Step six: Use wood filler to fill in any gaps in the tiny space over the nailheads, the molding (even with a miter saw, it wasn’t perfect) and the dents. Just use your fingers, and smooth it out or sand it lightly after it dries.

Step seven: After the wood filler dries, paint the whole thing again (sigh). But then that’s it! You’re done!

No more dents:

No more gaps in the corner:

And no more teeth! Here’s a before and after:

And in case you’re wondering what is worthy of placement on our mantle…

An unphotographable (seriously!) Pulitzer prize (yep, this is what a Pulitzer looks like. It’s a Tiffany’s paper weight).

And since Peter was jealous of my paper weight, he wanted to show off his most prized trophy as well, to balance it out on the other side, ya know.

(That blue thing in the middle is the Pulitzer certificate. Peter didn’t get a certificate in his poker tourney.)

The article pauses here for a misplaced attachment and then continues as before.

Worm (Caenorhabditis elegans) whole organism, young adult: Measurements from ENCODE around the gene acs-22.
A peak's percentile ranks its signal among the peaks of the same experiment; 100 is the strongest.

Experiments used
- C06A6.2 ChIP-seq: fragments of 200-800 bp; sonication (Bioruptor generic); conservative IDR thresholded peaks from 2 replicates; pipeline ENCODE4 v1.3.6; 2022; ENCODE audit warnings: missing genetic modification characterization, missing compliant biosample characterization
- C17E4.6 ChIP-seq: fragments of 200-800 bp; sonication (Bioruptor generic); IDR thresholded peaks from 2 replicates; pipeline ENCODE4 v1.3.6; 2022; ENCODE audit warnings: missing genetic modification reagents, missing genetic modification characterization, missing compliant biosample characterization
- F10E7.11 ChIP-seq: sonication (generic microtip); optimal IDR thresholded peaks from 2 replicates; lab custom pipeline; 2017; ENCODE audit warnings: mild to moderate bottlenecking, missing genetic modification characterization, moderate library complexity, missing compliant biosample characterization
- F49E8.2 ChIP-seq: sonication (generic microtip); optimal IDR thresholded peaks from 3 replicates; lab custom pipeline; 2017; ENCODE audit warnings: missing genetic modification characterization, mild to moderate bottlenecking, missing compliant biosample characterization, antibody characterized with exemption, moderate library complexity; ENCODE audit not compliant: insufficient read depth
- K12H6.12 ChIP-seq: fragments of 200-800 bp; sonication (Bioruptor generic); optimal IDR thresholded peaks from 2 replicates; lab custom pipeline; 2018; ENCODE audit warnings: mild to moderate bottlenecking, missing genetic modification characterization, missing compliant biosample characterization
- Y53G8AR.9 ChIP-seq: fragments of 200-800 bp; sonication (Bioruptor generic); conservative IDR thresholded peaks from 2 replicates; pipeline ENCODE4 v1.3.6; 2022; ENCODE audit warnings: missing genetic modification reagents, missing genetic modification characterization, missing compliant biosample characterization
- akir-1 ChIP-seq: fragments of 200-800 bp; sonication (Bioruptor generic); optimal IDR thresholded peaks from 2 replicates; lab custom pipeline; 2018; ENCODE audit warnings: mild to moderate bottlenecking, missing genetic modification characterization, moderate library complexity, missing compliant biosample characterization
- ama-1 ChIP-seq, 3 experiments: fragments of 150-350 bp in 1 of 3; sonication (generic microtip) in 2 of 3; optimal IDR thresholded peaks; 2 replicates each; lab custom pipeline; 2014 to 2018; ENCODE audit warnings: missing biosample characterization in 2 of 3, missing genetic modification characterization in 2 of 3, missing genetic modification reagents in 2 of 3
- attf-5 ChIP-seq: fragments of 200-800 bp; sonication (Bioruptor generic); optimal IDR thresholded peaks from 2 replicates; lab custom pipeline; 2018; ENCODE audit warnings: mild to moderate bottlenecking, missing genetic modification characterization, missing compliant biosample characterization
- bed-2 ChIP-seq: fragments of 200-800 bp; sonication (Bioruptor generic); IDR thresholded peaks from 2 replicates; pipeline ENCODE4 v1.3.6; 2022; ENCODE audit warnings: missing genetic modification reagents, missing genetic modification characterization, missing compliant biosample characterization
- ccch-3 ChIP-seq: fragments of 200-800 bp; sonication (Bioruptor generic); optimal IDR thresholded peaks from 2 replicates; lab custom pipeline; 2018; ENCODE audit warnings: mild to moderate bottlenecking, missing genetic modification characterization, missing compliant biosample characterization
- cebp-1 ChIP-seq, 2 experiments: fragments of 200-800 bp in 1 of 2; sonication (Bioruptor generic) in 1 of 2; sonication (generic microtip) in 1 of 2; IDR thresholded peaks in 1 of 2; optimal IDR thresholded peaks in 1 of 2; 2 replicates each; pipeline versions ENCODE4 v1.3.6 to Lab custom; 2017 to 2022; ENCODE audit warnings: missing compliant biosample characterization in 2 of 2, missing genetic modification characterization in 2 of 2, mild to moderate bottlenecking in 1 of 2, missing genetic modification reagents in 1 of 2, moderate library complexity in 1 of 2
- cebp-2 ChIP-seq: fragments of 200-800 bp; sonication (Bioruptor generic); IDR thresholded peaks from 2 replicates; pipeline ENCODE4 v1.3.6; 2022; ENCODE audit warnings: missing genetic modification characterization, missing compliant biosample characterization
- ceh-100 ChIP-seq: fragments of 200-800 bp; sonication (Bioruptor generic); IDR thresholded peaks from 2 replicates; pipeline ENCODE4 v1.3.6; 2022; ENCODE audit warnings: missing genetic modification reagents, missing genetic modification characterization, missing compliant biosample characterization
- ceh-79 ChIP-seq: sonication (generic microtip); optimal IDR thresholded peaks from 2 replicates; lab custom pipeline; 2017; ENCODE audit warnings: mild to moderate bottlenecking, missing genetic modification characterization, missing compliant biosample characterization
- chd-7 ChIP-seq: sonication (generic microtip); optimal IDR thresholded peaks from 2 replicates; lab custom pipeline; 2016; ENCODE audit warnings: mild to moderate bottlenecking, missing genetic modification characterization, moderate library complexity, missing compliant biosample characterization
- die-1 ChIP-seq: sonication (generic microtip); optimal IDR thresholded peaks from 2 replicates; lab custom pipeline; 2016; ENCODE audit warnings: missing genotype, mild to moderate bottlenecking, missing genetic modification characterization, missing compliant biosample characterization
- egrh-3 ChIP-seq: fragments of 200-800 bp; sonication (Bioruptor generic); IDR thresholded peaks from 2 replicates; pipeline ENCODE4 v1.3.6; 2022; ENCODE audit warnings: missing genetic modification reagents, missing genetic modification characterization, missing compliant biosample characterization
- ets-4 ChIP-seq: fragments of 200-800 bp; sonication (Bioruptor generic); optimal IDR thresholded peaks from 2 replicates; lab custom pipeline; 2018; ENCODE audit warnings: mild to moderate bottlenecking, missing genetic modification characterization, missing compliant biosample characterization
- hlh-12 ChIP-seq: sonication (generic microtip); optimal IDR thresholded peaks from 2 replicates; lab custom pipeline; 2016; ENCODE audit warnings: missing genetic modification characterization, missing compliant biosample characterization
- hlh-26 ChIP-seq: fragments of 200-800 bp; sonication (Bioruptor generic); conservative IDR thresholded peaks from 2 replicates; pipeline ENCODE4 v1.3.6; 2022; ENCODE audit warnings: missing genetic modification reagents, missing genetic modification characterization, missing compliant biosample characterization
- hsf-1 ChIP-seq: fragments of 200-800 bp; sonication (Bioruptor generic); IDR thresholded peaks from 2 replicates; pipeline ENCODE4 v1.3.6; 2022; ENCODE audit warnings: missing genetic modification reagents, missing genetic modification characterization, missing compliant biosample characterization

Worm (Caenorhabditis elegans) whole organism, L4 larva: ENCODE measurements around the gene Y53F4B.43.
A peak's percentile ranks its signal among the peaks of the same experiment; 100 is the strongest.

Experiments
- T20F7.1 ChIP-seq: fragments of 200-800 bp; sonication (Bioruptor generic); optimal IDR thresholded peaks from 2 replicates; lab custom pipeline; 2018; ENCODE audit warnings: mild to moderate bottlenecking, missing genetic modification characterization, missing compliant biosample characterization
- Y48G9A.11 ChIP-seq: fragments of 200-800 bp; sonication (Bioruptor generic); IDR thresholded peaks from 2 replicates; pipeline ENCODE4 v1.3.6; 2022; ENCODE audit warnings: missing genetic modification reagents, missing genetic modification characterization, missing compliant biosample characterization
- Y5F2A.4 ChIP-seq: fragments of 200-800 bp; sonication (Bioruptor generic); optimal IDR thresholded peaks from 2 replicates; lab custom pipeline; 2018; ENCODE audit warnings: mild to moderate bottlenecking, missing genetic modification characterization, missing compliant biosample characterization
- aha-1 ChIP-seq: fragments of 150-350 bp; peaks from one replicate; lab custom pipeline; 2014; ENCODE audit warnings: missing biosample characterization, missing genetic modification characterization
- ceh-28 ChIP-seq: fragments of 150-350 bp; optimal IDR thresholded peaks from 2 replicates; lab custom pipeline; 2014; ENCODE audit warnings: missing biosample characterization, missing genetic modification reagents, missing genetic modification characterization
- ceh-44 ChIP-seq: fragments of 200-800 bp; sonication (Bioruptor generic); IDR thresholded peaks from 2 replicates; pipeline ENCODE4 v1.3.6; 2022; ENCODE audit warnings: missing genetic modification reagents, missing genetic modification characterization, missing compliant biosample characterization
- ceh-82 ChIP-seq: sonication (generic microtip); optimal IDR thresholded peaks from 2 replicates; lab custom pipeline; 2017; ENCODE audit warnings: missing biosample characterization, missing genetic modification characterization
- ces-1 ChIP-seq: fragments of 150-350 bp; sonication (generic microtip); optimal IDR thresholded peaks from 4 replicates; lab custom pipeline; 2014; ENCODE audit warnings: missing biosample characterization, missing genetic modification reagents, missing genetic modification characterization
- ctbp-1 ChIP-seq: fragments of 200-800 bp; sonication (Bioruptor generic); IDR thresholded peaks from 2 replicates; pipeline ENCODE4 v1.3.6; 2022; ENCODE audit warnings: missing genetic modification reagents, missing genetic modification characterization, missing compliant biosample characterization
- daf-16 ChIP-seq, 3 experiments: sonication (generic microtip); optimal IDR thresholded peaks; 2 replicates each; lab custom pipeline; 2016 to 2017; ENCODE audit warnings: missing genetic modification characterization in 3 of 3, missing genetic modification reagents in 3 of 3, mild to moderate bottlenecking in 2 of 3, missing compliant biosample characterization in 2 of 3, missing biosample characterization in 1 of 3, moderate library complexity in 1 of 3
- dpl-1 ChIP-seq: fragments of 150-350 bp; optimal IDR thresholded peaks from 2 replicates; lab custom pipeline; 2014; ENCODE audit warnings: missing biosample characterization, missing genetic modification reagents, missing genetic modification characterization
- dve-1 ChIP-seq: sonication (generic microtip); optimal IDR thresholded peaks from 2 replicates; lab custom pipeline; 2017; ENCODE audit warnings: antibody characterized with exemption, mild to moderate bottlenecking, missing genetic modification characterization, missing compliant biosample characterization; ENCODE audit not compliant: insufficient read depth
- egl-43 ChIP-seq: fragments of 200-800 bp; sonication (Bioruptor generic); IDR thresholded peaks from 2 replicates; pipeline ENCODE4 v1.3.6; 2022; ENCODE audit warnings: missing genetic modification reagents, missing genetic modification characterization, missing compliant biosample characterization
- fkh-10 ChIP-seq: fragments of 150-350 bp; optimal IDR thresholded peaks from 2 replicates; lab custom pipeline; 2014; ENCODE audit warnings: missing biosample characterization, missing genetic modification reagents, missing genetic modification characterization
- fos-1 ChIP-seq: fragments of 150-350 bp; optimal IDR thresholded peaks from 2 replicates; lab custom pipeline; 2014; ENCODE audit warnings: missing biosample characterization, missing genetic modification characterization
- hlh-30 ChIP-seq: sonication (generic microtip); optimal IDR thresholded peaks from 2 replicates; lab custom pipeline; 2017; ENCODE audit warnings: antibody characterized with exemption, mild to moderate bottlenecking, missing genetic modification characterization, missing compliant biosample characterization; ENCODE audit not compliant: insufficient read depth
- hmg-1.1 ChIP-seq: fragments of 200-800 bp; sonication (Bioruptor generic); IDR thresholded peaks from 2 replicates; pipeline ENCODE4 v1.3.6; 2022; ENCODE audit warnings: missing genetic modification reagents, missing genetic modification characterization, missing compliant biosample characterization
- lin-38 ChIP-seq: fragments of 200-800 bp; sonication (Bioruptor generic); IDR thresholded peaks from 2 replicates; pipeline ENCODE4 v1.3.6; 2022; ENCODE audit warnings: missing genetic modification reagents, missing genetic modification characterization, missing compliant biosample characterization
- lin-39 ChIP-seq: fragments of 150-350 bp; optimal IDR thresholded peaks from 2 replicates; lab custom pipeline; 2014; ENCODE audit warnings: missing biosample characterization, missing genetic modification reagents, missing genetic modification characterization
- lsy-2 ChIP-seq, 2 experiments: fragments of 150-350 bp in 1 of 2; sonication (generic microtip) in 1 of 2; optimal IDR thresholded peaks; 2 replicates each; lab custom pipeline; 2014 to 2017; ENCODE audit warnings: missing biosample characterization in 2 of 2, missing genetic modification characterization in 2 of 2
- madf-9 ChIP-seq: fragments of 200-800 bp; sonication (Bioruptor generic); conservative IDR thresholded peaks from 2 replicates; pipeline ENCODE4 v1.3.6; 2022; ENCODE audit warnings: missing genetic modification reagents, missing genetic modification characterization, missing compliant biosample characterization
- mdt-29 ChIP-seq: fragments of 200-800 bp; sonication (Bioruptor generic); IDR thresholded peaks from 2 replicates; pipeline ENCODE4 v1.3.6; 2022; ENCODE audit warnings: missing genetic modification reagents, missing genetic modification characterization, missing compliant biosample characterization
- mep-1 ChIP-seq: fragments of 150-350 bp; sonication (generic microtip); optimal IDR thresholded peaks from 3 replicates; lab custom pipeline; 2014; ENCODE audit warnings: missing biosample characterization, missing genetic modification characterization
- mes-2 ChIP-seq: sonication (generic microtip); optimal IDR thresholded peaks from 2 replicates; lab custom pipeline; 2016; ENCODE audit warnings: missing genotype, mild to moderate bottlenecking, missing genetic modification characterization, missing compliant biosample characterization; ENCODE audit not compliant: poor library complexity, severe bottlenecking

Once we have kids, we’ll presumably have more important junk than our own accomplishments (and Peter’s attempts at jokes) to display on the mantle. But hey, I’m not just gonna stash that paper weight on a pile of paper.

We got this glass plate in Venice when we were on our honeymoon. I love it!

And these dried flowers were plucked from our church a couple years ago when we were helping with fall yardwork. They’ve been attacked by the cats and are looking a little sparse, so I should snag some more this fall.

And there you have it. A fireplace transformation in less than 5 hours!